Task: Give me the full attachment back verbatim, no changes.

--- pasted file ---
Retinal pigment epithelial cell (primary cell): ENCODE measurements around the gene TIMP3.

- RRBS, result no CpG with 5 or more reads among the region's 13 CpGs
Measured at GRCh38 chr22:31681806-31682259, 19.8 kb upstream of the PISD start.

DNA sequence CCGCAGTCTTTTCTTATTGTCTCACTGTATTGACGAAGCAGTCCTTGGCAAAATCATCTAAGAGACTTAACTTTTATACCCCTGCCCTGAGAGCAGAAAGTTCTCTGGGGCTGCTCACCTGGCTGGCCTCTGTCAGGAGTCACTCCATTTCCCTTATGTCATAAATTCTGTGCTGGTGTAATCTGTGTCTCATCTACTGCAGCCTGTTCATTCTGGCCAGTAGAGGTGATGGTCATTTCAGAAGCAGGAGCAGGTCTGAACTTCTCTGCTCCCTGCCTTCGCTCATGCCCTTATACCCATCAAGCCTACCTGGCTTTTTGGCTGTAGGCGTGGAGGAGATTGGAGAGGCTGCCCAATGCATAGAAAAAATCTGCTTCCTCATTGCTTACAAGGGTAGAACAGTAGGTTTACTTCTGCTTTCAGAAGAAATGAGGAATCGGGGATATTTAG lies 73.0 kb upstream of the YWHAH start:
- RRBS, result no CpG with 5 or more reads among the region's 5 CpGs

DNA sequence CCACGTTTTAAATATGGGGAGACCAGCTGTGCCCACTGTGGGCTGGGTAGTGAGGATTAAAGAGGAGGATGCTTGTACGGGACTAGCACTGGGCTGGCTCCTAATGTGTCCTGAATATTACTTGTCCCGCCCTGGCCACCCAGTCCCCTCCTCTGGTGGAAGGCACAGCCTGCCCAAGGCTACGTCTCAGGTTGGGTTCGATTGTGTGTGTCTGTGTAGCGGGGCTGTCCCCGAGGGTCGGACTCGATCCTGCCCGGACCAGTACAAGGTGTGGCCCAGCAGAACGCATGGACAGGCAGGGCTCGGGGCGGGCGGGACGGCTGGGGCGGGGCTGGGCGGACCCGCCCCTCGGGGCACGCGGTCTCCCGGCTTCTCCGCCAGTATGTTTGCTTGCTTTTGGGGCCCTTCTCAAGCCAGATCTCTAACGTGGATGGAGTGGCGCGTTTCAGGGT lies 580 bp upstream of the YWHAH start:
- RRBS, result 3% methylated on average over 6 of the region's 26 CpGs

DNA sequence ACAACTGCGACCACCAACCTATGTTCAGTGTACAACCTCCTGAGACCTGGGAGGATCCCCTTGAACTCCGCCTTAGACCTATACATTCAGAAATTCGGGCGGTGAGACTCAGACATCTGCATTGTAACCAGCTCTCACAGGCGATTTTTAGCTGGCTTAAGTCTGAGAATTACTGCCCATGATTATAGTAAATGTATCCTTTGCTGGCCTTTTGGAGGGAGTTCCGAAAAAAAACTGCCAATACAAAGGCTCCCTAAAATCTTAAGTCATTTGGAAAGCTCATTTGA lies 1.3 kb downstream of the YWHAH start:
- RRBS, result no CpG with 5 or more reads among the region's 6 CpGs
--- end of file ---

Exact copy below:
Retinal pigment epithelial cell (primary cell): ENCODE measurements around the gene TIMP3.

- RRBS, result no CpG with 5 or more reads among the region's 13 CpGs
Measured at GRCh38 chr22:31681806-31682259, 19.8 kb upstream of the PISD start.

DNA sequence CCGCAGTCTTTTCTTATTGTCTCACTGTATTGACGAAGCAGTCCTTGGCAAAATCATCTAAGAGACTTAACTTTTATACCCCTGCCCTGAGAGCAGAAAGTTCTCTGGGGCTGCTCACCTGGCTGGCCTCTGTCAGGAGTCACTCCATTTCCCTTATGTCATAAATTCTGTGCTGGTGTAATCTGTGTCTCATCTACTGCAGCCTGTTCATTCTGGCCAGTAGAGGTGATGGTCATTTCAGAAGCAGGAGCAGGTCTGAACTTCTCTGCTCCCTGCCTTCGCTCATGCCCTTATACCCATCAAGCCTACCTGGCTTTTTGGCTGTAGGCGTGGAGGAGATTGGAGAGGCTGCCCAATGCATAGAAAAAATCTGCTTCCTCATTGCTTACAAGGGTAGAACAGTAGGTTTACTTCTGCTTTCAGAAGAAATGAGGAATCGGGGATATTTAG lies 73.0 kb upstream of the YWHAH start:
- RRBS, result no CpG with 5 or more reads among the region's 5 CpGs

DNA sequence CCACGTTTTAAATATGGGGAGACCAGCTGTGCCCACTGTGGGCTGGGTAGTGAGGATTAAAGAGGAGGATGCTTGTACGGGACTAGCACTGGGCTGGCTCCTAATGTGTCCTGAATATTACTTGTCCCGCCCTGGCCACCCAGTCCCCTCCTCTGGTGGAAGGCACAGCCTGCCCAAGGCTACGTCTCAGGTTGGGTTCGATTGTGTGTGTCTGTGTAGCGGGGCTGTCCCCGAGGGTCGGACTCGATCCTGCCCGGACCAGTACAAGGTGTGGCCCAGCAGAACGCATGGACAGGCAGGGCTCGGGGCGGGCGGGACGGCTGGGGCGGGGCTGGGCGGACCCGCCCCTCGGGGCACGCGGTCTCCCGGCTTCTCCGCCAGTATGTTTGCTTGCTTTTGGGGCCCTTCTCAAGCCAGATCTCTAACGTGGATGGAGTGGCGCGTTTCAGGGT lies 580 bp upstream of the YWHAH start:
- RRBS, result 3% methylated on average over 6 of the region's 26 CpGs

DNA sequence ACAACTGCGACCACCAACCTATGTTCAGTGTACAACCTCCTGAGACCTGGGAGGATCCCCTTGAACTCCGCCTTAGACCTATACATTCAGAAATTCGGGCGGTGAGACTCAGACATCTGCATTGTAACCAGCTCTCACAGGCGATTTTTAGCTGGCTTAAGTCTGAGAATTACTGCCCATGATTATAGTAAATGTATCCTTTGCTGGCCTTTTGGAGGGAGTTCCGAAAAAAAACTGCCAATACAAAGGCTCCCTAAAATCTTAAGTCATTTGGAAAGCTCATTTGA lies 1.3 kb downstream of the YWHAH start:
- RRBS, result no CpG with 5 or more reads among the region's 6 CpGs